In order to judge moldability, details of the relationship and the like of the molding density (GD) and molding pressure of the respective compacts are shown in Table 6 (Sample No. 261 to 268). Further, although the indium soap added together is not indicated in this Table, 0.4 wt % of indium stearate is contained therein.

Evaluation on the moldability of the mixed powder was conducted with respect to the test piece under the same conditions as Example 1, and, in addition, the compact molded into this test piece was sintered in a batch type atmospheric furnace at a sintering temperature of 1150° C., sintering time of 60 min., and under a hydrogen gas atmosphere. The density (SD) and the like of the sintered body are similarly shown in Table 6.

This sintered body was set inside a constant temperature and humidity chamber, and an atmospheric exposure test was conducted for 336 hours at a temperature of 40° C. and humidity of 95% in order to conduct a moisture and oxidation resistance experiment. The results of the moisture and oxidation resistance experiment are shown in Table 2.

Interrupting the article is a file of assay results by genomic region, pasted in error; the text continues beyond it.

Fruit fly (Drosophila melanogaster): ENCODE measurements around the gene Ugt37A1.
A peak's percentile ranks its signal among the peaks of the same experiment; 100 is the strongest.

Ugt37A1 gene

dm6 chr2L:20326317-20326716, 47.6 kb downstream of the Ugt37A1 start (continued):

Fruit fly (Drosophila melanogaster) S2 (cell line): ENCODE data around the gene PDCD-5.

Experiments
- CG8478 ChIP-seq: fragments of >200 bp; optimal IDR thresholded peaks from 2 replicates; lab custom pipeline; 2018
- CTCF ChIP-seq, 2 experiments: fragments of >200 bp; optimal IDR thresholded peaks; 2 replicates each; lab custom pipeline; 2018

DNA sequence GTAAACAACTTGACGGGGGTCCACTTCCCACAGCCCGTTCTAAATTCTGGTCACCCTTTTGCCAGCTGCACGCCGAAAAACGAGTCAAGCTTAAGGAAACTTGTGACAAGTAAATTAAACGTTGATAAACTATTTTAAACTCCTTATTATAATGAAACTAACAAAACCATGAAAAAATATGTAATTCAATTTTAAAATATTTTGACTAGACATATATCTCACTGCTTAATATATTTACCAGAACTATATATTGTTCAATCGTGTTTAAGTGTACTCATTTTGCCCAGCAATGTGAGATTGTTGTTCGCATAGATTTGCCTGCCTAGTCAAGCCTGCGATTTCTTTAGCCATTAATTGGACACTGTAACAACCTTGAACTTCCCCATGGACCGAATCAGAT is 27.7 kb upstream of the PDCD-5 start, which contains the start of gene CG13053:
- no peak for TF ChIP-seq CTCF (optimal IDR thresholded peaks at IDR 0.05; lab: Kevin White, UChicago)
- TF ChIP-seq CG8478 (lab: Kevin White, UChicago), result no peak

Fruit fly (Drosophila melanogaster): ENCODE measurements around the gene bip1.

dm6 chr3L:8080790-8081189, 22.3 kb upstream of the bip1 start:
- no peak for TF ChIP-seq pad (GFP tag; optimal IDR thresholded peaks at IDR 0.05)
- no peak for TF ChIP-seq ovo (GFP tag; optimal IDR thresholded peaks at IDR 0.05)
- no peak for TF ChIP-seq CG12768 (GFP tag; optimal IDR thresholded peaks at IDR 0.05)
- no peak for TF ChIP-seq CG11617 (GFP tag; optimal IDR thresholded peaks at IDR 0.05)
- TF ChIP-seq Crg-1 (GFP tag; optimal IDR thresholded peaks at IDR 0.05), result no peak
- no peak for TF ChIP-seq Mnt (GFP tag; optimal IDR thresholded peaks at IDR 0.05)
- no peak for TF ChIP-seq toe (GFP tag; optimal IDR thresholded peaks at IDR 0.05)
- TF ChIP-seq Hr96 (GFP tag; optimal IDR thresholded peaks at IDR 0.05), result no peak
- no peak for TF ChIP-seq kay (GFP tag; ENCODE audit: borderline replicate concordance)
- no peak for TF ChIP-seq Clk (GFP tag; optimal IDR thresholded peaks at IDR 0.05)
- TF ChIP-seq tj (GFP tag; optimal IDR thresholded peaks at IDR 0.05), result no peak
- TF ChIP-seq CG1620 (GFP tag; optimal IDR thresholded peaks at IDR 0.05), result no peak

TABLE 6
After Sintering at
Pressure Before Sintering 1150° C., 1 hr, H2
Sample Fill Pressure (Device Side) φ t w GD Sintering φ t w SD
No. No. Soap g t · cm−2 kgf · cm−2 mm mm g g/cc Batch mm mm g g/cc
261 (6) Cu 1.5 6 420 10.05 2.69 1.47 6.89 4-2 10.04 2.62 1.45 6.99
262 (6) Cu 1.5 6 420 10.04 2.64 1.46 6.99 4-2 10.03 2.57 1.43 7.04
263 (6) Cu 2.5 6 420 10.04 4.42 2.44 6.97 4-2 10.04 4.39 2.4 6.91
264 (6) Cu 2.5 6 420 10.05 4.43 2.45 6.97 4-2 10.04 4.41 2.41 6.92
265 (6) Cu 2.5 6 420 10.04 4.41 2.45 7.02 4-2 10.04 4.4 2.4 7.03
266 (6) Cu 2.5 6 420 10.04 4.38 2.42 6.98 4-2 10.05 4.31 2.38 6.96
267 (6) Cu 2.5 6 420 10.06 4.34 2.4 6.96 4-2 10.03 4.29 2.36 6.96
268 (6) Cu 2.5 6 420 10.05 4.4 2.43 6.96 4-2 10.04 4.36 2.39 6.92

Example 6

Synthesized manganese stearate (Mn content of 12.0 wt %) was pulverized, and this was put through a sieve to obtain fine powder of 250 meshes or less.

0.4 wt % of this manganese stearate (abbreviated as “Mn” in Table 7 below), 0.4 wt % of the indium stearate obtained in Example 1 and 1.0 wt % of graphite powder were mixed with the iron powder (Hoganas-made: reduced iron powder). This mixed powder (fill of 1.5 to 2.5 g) was molded into a test piece of approximately 10.05 mm φ×2.78 to 4.61 mmH under a molding pressure of 6 t/cm2.